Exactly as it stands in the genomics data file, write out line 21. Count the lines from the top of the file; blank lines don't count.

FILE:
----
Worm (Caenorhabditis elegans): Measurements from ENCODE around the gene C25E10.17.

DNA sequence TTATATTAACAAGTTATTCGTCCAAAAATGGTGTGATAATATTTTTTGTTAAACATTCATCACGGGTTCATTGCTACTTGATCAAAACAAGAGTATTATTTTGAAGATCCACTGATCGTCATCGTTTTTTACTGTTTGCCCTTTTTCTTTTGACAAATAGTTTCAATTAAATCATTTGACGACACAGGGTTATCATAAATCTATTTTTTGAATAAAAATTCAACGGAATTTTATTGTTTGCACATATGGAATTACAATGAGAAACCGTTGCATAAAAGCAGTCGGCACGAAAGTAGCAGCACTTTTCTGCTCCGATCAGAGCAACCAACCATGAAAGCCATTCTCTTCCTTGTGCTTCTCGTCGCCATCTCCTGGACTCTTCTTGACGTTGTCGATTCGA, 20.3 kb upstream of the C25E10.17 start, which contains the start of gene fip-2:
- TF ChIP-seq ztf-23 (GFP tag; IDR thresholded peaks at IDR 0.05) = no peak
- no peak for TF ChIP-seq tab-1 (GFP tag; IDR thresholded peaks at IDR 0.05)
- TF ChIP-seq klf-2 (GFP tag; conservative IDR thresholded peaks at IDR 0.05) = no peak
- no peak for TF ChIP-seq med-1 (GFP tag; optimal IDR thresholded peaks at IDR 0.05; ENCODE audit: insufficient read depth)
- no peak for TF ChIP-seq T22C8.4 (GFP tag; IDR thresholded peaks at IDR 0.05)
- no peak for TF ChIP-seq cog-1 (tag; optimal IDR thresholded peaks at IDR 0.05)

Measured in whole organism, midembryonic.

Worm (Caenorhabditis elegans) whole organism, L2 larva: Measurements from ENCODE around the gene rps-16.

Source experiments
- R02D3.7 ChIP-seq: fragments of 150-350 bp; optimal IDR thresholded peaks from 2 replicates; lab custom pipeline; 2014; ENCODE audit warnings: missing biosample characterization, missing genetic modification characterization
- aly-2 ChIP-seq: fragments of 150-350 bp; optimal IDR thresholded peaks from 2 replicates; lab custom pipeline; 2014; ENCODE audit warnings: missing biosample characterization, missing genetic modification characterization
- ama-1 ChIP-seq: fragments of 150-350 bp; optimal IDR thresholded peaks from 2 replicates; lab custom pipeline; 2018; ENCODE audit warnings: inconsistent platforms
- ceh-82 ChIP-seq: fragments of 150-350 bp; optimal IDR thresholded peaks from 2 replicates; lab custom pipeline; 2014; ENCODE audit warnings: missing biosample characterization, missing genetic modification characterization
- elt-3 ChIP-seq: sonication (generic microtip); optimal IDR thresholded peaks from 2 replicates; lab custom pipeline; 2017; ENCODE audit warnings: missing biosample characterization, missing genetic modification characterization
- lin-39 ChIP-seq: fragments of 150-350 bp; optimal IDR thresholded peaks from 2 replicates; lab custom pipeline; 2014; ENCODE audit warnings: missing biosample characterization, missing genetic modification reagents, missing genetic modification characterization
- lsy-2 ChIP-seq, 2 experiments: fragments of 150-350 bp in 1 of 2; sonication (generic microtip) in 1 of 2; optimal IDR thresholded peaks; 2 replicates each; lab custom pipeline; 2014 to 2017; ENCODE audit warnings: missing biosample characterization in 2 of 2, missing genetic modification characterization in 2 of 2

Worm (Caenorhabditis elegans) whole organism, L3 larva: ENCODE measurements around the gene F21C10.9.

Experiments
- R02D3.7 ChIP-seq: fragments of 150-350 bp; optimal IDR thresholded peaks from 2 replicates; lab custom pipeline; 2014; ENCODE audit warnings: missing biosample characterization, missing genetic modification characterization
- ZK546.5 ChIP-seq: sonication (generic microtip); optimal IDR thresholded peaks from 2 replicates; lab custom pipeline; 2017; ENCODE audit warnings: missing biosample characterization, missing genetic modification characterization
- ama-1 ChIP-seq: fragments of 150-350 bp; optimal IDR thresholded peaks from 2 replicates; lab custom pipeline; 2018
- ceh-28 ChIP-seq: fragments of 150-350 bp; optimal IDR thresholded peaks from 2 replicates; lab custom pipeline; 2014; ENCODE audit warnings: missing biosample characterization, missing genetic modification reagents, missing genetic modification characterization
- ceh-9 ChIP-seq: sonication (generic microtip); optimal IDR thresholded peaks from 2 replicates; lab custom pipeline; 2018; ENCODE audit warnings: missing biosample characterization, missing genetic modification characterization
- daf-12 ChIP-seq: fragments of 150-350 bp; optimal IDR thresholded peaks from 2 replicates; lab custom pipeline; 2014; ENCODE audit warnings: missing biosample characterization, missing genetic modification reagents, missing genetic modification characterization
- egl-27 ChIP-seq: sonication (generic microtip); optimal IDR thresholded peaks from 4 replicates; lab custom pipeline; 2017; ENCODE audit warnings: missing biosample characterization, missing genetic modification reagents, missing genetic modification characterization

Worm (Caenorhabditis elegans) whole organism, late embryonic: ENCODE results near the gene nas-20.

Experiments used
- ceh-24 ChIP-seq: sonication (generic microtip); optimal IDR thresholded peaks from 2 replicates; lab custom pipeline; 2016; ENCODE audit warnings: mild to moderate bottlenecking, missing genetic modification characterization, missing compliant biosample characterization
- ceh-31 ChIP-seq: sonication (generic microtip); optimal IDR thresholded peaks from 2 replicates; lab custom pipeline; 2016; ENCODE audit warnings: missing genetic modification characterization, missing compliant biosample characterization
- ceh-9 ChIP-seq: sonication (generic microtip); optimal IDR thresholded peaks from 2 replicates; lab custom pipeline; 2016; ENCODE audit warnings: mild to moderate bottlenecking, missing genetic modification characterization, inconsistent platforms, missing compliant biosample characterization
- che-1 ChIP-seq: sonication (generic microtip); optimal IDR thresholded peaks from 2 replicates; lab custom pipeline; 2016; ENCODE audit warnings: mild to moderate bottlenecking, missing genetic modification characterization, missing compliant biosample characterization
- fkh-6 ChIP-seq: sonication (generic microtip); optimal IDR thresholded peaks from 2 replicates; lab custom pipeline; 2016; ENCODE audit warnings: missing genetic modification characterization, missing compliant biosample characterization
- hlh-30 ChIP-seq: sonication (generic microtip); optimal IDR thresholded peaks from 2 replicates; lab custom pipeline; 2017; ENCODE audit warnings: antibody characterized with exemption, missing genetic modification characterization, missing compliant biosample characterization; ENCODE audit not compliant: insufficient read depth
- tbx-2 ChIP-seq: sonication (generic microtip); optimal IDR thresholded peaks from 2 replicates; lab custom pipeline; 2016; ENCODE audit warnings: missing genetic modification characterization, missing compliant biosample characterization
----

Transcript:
- R02D3.7 ChIP-seq: fragments of 150-350 bp; optimal IDR thresholded peaks from 2 replicates; lab custom pipeline; 2014; ENCODE audit warnings: missing biosample characterization, missing genetic modification characterization